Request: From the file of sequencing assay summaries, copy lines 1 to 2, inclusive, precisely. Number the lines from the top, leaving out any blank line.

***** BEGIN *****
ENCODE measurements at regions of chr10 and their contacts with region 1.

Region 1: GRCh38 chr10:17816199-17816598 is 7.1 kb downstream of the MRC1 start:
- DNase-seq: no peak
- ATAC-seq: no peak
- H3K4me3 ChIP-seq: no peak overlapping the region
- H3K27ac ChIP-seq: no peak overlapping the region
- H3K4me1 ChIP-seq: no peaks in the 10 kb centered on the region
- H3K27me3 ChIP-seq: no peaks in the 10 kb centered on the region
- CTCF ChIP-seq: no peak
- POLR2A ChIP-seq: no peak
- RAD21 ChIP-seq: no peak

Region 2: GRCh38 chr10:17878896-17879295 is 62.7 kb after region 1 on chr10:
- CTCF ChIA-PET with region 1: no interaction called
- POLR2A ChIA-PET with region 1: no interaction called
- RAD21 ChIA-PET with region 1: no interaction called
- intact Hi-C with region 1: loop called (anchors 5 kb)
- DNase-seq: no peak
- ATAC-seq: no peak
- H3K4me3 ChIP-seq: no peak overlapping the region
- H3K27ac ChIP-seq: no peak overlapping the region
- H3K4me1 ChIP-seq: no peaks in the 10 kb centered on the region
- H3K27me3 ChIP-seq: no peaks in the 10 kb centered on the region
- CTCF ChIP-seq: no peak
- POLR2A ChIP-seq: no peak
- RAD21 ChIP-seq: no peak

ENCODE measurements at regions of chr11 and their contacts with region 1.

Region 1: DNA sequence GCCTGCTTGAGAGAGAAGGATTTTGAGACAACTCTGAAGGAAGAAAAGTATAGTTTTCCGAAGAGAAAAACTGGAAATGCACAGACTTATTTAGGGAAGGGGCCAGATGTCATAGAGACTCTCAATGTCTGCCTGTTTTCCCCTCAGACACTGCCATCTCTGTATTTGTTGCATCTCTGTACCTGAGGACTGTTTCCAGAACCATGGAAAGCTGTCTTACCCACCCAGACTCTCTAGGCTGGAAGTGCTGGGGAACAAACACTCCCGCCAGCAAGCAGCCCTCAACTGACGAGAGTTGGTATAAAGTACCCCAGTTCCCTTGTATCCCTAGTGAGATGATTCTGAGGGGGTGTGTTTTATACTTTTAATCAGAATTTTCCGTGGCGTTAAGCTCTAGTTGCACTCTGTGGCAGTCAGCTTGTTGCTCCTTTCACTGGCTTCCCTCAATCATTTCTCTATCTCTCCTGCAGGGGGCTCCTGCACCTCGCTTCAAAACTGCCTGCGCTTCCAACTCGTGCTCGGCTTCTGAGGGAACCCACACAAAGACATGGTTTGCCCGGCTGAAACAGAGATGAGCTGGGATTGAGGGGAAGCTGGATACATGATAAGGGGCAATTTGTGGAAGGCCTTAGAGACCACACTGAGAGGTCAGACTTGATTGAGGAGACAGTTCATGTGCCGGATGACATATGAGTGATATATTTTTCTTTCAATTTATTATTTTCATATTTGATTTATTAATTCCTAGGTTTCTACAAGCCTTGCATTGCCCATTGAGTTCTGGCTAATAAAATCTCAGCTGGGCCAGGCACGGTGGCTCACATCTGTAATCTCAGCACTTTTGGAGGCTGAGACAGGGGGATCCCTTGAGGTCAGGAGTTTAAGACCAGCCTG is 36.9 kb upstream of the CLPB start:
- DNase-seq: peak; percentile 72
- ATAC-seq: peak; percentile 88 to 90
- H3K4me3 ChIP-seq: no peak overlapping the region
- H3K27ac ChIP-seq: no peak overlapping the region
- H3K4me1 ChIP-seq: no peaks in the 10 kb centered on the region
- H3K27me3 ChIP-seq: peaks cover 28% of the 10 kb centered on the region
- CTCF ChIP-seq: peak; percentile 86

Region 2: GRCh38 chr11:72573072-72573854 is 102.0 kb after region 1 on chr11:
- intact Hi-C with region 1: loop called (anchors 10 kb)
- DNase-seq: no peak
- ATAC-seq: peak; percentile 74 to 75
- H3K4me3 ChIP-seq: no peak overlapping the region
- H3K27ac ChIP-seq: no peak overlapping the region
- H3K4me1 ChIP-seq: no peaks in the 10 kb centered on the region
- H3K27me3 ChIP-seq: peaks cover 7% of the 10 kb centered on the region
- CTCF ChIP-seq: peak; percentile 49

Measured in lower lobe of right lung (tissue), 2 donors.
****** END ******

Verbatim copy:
ENCODE measurements at regions of chr10 and their contacts with region 1.

Region 1: GRCh38 chr10:17816199-17816598 is 7.1 kb downstream of the MRC1 start: